Technology evolves every second.
As it does, its advancement has forced internet service providers to keep up by investing in infrastructure to meet the demand of their tech-savvy customers for faster speeds.
Cox Communications, a major player in internet services in Gainesville, announced Wednesday it is now offering its “Gigablast” service in all of Gainesville, which will deliver gigabit internet speeds to residential home users who want to heavily stream movies, download or play internet games, among other uses, said Cam Johnson, public affairs manager for Cox’s Southeast region.
Johnson said gigabit internet, a technical term for faster-than-usual internet speeds, is best translated by describing what it can do.
According to the company, at speeds of one gigabit per second, its gigabit internet package can run all of a customer’s devices at the same time, stream more than 25 high-definition videos simultaneously and download a high-definition movie in less than 60 seconds.
It can also download 100 songs in three seconds and upload about 1,000 photographs in one minute.
Moving toward a faster, more-stable internet is also a move for the future, Johnson said.
Internal and external studies by the company suggest gigabit internet will be needed across the country by 2020, when the average home is expected to have up to 50 devices connected to WiFi at once.
“Over the next several years, it’s anticipated that everything is going to end up being connected, whether it’s your smartphones, tablets, TVs, or things of that nature,” Johnson said. “But you also have security cameras, lightbulbs, key locks, garage doors … I’ve even seen refrigerators and crockpots, so we needed faster speeds and connectivity.”
Cox determined that Gainesville, a city working to become a “smart city” through technology, was a place that needed such a service, Johnson said.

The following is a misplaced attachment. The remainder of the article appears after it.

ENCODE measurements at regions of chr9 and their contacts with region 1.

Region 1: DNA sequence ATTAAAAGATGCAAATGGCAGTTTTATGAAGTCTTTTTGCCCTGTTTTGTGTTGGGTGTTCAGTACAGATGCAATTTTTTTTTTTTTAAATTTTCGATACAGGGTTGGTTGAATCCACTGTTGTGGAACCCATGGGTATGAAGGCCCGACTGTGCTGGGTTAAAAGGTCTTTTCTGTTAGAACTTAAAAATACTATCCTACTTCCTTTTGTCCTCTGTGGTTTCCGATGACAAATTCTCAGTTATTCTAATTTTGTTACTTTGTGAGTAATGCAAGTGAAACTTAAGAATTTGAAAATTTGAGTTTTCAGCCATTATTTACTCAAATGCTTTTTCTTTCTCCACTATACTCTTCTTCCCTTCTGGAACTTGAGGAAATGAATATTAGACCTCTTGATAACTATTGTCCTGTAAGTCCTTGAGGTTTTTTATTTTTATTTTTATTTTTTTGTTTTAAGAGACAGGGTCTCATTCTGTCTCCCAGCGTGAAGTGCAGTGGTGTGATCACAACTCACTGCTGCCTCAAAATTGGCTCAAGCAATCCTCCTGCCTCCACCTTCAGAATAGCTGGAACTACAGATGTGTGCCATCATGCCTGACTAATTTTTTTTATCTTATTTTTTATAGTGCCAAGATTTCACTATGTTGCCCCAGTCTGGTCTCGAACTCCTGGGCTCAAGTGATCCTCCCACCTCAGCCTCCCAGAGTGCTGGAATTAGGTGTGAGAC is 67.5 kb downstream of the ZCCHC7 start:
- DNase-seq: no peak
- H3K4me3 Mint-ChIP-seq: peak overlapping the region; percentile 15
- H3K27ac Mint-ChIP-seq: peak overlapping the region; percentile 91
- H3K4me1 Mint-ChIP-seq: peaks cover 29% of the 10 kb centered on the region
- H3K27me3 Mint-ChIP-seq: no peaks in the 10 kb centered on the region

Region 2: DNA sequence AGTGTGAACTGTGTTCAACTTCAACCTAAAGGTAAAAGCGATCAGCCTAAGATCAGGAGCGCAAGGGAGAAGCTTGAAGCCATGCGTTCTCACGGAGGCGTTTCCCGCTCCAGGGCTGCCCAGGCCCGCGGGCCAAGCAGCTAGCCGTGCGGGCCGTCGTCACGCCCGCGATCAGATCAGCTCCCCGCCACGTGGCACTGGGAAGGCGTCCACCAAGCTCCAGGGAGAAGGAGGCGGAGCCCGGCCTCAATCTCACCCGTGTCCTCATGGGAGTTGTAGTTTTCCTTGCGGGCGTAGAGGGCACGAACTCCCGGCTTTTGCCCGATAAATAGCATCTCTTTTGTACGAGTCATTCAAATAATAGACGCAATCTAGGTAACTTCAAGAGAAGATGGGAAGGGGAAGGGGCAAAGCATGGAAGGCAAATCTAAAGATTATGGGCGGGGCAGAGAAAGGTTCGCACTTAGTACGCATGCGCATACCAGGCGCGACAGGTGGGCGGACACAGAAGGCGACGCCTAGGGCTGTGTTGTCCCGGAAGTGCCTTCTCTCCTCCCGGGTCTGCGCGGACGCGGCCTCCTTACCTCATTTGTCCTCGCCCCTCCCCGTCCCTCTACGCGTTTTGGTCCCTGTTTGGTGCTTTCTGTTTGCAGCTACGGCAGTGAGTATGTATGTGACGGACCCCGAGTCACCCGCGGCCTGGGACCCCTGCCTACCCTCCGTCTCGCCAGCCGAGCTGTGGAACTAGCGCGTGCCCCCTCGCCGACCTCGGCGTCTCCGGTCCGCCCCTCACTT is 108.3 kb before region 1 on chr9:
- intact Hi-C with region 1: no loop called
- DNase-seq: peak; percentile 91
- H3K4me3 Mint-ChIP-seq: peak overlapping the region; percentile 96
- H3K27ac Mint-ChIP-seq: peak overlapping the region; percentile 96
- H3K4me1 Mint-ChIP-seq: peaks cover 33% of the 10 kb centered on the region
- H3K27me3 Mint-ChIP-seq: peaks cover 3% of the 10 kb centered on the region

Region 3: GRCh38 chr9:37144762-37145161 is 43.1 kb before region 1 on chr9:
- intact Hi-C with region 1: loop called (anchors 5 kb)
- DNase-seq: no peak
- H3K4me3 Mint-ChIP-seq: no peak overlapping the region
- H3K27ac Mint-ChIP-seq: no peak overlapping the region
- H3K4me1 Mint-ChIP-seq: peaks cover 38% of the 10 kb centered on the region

The company launched its first residential gigabit internet package at Park Avenue Apartments, 3800 NW 79th Terrace, in November 2016, and last week, became capable of offering the service to all of Gainesville.
Cox has invested $20 million into infrastructure here, Johnson said, including hardware and software.
The company doesn’t have immediate plans to expand Gigablast services beyond Gainesville’s city limits, but it won’t take long: The company plans to expand the service to 99 percent of its service area around the country in 2019.
Customers who purchase Cox’s Gigablast service will be issued a modem with DOCSIS 3.1 technology, which allows high internet speeds to be available without the use of a fiber optic cable inside the home, Johnson said.
Gigablast starts at $89.99, Johnson said, or about $40 more than Cox’s most basic internet package.
Assistant City Manager Dan Hoffman said the city was told of Cox’s plans to offer faster internet speeds in Gainesville recently and it’s something city officials welcome.
“I think any improvement in broadband connectivity in Gainesville, whether it increases speeds, access to internet or affordability, is something that we’re always happy to see,” he said. “We look forward to continue to explore options with Cox and any other internet providers that could help.”